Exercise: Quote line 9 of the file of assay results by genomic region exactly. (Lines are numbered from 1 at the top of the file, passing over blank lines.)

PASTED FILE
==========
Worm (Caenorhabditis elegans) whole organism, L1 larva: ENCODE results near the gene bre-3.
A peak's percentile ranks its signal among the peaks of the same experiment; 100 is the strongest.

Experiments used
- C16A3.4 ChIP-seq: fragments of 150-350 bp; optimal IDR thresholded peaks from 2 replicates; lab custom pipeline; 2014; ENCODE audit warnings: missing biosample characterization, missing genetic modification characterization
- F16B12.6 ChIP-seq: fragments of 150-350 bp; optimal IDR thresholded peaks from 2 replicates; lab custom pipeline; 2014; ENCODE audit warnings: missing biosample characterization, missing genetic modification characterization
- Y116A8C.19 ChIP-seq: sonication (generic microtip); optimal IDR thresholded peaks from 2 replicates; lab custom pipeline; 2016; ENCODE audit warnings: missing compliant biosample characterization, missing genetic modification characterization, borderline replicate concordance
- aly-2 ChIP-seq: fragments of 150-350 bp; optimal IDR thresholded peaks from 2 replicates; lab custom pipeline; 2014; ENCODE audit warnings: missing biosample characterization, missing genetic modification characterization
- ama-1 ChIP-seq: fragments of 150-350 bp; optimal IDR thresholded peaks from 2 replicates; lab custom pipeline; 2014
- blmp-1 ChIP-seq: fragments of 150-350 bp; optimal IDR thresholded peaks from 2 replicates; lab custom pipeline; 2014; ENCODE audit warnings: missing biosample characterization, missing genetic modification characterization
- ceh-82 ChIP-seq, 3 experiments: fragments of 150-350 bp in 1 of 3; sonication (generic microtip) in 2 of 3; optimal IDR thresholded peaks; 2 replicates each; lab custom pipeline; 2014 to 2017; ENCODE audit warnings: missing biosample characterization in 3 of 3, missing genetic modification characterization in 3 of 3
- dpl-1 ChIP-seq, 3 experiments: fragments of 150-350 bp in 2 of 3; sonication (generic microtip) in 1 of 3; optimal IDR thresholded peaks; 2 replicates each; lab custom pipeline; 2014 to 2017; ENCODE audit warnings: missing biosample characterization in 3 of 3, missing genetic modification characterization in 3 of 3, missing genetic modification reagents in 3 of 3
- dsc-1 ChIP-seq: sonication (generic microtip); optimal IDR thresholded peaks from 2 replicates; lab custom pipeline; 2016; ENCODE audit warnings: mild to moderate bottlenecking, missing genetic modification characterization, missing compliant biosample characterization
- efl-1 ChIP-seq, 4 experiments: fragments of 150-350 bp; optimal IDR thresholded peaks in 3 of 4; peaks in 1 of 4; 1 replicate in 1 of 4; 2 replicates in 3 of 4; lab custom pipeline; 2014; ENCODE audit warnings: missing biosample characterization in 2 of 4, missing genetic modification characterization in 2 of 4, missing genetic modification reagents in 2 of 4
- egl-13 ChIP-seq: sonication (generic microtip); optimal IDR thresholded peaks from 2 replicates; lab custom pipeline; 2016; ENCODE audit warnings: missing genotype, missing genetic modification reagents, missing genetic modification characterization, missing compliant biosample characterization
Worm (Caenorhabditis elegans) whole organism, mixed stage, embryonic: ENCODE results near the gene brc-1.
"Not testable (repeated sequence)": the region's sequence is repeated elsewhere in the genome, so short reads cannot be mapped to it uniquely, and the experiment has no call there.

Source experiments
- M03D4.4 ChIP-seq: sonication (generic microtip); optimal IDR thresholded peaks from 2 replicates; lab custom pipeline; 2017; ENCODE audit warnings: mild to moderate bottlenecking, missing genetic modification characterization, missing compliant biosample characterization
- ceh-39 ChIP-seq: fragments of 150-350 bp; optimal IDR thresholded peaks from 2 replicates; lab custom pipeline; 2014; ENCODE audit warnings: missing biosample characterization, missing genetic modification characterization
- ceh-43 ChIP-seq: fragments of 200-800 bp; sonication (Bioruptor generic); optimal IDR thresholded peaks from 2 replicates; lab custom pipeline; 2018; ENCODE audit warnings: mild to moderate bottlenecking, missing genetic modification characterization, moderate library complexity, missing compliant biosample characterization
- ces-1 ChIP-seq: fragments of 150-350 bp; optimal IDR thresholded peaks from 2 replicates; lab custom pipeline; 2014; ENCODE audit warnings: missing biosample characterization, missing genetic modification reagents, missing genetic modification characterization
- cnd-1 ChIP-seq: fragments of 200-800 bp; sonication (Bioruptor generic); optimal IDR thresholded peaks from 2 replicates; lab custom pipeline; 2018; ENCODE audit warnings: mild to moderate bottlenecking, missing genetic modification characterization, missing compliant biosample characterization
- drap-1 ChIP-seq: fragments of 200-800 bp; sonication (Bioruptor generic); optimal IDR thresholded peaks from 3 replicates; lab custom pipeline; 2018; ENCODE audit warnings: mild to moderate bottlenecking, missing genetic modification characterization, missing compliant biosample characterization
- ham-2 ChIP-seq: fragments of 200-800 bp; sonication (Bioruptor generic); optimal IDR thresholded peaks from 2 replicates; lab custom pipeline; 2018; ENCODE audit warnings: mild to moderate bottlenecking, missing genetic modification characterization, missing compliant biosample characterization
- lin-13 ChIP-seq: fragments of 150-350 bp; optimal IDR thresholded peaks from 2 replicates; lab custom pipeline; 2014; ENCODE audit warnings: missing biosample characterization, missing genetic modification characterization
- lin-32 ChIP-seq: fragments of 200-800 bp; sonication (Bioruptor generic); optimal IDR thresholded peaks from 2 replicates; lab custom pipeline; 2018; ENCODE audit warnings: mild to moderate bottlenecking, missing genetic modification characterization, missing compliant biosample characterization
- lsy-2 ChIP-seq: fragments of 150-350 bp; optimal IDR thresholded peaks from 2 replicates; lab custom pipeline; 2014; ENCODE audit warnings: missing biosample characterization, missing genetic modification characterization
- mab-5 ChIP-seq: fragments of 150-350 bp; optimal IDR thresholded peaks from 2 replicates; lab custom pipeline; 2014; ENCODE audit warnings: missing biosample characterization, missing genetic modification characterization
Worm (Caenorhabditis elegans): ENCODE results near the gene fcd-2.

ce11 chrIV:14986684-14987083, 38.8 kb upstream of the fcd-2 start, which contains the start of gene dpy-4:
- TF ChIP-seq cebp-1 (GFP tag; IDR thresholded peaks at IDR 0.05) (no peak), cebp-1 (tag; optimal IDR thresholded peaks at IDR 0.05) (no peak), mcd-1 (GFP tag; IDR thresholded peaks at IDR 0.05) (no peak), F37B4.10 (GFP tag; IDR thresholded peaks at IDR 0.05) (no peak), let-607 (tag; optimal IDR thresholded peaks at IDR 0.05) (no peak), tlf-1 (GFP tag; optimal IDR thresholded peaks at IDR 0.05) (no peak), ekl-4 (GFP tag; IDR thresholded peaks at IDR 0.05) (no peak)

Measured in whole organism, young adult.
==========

- blmp-1 ChIP-seq: fragments of 150-350 bp; optimal IDR thresholded peaks from 2 replicates; lab custom pipeline; 2014; ENCODE audit warnings: missing biosample characterization, missing genetic modification characterization